A chemical produced when food is cooked at high temperatures may actually contribute to cancer when eaten.

The chemical, called acrylamide, is a known potential toxin and carcinogen in it’s industrial form, but when it is produced from cooking the carcinogenic response is less documented.

The first time acrylamide was found to be dangerous was 20 years ago.  In Hallandsås ridge on the Bjäre peninsula in southern Sweden, miners were building a tunnel when cows, nearby, started to act strange, staggering around, even collapsing and dying.  It was shortly after that they realized the polyacrylamide they were using as a crack sealant contained some unreacted acrylamide that leaked into the stream the cows had been drinking out of.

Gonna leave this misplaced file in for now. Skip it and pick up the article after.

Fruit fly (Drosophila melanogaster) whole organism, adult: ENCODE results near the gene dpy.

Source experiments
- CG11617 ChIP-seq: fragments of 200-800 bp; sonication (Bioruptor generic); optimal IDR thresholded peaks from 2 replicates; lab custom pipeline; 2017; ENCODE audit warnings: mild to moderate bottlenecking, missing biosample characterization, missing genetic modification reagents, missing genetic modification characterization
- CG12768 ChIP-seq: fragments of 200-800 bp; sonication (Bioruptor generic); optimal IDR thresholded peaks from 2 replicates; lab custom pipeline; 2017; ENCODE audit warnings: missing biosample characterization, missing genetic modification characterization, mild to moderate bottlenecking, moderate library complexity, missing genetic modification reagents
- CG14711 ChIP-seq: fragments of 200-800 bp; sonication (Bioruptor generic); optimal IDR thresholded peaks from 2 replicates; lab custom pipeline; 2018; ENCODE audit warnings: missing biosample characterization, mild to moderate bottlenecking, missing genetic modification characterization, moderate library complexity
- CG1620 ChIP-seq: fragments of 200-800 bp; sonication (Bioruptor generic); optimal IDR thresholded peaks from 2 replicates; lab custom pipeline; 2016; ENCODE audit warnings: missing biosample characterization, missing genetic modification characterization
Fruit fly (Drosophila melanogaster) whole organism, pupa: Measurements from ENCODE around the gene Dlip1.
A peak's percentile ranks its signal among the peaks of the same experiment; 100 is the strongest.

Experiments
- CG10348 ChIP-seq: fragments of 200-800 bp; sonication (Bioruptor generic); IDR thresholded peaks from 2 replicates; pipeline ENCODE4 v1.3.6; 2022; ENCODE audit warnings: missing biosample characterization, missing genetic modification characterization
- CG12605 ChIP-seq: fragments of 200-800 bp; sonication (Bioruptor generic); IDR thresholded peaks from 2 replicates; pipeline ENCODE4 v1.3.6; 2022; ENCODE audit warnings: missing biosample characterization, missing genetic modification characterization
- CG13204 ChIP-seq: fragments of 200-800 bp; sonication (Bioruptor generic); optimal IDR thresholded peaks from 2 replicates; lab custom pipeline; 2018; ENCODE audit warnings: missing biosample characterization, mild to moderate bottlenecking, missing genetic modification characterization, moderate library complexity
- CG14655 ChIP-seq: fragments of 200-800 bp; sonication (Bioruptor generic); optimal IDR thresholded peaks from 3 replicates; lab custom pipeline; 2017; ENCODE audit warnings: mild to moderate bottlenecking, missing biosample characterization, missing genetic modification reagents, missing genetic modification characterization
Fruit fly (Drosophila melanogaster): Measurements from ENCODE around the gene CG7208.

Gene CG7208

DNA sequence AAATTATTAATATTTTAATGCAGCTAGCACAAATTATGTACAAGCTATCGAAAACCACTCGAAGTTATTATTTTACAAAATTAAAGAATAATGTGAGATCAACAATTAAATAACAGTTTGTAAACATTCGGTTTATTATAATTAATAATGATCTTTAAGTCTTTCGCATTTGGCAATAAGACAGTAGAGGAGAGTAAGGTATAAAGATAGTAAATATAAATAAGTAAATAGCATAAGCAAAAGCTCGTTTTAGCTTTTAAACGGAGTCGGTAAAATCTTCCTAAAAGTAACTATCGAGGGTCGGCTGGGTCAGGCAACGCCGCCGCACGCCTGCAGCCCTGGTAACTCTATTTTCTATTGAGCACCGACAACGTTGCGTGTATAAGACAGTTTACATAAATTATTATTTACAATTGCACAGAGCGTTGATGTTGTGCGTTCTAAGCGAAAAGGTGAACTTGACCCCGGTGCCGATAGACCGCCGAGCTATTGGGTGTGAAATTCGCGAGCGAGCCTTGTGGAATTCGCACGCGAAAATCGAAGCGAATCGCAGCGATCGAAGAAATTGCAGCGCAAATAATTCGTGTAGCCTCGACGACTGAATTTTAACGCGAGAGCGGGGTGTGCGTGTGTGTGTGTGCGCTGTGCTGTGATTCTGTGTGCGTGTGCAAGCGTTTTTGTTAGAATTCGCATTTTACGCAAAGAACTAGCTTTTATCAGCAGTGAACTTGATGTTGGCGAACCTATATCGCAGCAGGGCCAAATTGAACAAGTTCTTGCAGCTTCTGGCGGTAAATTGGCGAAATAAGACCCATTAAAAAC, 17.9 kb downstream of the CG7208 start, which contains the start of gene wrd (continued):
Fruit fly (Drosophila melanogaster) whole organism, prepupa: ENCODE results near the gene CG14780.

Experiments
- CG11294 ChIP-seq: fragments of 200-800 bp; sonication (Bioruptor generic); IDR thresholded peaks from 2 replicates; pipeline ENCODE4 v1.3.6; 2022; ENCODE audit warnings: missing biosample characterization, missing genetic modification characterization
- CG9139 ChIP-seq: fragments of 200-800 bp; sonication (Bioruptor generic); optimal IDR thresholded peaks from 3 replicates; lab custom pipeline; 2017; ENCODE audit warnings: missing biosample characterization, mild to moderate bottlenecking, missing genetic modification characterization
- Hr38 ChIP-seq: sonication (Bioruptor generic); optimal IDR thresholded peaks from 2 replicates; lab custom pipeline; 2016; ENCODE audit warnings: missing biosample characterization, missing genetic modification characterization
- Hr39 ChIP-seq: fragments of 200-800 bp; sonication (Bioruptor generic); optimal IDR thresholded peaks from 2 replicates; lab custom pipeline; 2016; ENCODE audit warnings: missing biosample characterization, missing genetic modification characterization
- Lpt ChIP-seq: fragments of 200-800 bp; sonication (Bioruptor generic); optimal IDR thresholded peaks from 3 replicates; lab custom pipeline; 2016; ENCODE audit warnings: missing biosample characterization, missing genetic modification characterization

The workers were tested for the chemical along with a control group that hadn’t been exposed.  Oddly, both groups had high levels of acrylamide in their systems.

It soon became evident that the acrylamide production was associated with carbohydrate-rich foods heated above 120°C (250°F).  This could transpire when food is fried, roasted or baked.  It doesn’t appear in boiled or raw food.  It also is produced when tobacco is smoked.

Some studies suggest that burned, fried or barbecued food are directly related to certain types of cancer, but the jury is still out on any official decision regarding acrylamide.